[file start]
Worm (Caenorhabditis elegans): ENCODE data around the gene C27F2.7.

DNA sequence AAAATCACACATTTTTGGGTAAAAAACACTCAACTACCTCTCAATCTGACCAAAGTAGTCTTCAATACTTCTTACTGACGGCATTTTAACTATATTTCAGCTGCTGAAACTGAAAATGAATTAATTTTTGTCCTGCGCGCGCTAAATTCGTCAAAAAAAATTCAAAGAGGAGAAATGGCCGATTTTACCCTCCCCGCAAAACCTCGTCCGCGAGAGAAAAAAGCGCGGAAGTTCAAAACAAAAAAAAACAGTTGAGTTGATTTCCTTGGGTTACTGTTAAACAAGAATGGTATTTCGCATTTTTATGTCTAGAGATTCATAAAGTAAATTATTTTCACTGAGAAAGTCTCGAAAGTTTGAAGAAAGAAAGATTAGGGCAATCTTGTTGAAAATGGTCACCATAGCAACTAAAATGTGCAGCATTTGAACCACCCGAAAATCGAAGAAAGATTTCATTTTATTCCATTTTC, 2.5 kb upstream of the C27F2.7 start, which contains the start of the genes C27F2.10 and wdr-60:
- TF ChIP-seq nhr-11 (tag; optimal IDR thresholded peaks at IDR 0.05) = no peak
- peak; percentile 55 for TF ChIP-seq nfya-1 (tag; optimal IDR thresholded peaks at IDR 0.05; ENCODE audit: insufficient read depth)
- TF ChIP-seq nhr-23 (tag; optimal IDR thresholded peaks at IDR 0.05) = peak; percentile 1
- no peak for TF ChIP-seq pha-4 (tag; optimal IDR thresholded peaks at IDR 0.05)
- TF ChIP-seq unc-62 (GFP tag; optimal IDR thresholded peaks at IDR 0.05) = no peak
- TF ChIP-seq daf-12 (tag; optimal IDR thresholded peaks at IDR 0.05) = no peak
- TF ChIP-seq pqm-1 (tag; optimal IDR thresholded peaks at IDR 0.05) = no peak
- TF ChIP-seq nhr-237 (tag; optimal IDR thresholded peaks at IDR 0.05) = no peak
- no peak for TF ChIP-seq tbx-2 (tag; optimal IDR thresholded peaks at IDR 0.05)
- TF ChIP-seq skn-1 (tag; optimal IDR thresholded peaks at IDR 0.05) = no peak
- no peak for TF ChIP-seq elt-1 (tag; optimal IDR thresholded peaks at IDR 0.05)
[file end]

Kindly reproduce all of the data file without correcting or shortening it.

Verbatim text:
Worm (Caenorhabditis elegans): ENCODE data around the gene C27F2.7.

DNA sequence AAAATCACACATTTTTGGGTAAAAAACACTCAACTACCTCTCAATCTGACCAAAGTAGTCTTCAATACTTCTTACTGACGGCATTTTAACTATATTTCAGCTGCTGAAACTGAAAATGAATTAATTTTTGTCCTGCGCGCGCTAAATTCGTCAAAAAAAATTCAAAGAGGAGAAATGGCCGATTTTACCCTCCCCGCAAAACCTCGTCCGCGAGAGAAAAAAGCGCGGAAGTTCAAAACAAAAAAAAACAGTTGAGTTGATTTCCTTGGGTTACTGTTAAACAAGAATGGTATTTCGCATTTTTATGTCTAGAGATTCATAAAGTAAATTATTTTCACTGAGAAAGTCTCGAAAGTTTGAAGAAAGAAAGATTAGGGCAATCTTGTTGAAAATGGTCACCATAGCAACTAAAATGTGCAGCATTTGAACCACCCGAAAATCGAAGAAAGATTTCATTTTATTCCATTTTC, 2.5 kb upstream of the C27F2.7 start, which contains the start of the genes C27F2.10 and wdr-60:
- TF ChIP-seq nhr-11 (tag; optimal IDR thresholded peaks at IDR 0.05) = no peak
- peak; percentile 55 for TF ChIP-seq nfya-1 (tag; optimal IDR thresholded peaks at IDR 0.05; ENCODE audit: insufficient read depth)
- TF ChIP-seq nhr-23 (tag; optimal IDR thresholded peaks at IDR 0.05) = peak; percentile 1
- no peak for TF ChIP-seq pha-4 (tag; optimal IDR thresholded peaks at IDR 0.05)
- TF ChIP-seq unc-62 (GFP tag; optimal IDR thresholded peaks at IDR 0.05) = no peak
- TF ChIP-seq daf-12 (tag; optimal IDR thresholded peaks at IDR 0.05) = no peak
- TF ChIP-seq pqm-1 (tag; optimal IDR thresholded peaks at IDR 0.05) = no peak
- TF ChIP-seq nhr-237 (tag; optimal IDR thresholded peaks at IDR 0.05) = no peak
- no peak for TF ChIP-seq tbx-2 (tag; optimal IDR thresholded peaks at IDR 0.05)
- TF ChIP-seq skn-1 (tag; optimal IDR thresholded peaks at IDR 0.05) = no peak
- no peak for TF ChIP-seq elt-1 (tag; optimal IDR thresholded peaks at IDR 0.05)